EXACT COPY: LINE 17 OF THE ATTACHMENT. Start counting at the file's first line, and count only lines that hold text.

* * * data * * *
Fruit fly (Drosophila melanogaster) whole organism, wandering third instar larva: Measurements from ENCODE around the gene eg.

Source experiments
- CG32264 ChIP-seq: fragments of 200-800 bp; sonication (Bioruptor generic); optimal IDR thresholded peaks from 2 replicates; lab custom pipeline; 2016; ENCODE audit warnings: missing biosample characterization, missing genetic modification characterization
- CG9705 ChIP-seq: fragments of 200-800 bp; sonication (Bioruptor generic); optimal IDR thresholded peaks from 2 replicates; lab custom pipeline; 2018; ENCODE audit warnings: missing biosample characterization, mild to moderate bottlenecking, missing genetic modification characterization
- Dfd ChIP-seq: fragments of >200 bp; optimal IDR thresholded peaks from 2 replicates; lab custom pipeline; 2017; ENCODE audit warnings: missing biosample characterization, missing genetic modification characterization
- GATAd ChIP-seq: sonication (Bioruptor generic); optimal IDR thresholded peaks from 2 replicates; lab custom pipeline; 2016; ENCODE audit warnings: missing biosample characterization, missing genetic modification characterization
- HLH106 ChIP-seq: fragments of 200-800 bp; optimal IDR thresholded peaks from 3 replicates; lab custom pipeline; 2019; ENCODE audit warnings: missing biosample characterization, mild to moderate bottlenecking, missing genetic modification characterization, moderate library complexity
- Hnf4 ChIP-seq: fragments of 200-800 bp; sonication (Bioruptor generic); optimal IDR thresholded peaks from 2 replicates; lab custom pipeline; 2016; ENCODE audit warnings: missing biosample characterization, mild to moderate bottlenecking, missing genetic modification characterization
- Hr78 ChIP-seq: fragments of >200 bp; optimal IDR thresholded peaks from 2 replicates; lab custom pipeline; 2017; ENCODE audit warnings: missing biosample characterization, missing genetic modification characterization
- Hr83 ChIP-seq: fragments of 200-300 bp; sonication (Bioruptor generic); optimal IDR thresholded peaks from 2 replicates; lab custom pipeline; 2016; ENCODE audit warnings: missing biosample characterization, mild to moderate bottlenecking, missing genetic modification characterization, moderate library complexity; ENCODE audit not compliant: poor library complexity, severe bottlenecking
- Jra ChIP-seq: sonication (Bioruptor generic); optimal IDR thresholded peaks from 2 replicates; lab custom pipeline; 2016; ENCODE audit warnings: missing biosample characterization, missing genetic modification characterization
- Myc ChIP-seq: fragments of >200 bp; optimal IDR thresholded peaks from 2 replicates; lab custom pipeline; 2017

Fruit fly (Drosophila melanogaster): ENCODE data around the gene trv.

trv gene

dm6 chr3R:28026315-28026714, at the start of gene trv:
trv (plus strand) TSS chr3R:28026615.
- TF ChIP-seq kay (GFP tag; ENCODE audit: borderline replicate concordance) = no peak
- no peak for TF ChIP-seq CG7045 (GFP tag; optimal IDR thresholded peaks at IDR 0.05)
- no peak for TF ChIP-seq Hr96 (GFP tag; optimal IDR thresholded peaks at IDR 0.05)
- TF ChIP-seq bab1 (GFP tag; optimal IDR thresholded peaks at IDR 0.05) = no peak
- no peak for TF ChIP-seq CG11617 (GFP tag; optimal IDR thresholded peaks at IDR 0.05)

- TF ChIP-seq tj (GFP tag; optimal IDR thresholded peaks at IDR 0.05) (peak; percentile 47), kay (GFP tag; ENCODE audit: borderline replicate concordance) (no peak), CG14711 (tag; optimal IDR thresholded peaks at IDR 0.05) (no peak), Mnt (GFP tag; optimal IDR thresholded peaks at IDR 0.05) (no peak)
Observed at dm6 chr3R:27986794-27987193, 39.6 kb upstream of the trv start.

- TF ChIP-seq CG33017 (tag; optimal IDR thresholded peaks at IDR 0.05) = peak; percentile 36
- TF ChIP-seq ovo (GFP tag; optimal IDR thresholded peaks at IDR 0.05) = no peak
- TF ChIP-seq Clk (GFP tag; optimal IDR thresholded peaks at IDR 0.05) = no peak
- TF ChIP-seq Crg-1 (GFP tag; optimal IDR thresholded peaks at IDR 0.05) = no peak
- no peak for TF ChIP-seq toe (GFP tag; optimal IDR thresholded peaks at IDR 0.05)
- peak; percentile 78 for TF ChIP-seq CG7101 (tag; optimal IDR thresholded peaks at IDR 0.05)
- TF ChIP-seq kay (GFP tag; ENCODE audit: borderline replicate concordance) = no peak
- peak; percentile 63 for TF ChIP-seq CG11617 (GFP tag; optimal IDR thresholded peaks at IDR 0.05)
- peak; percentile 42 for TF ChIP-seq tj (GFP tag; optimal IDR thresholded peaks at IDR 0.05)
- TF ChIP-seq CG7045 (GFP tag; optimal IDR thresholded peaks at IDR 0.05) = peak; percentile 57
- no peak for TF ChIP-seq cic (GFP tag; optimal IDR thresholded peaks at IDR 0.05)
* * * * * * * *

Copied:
- TF ChIP-seq kay (GFP tag; ENCODE audit: borderline replicate concordance) = no peak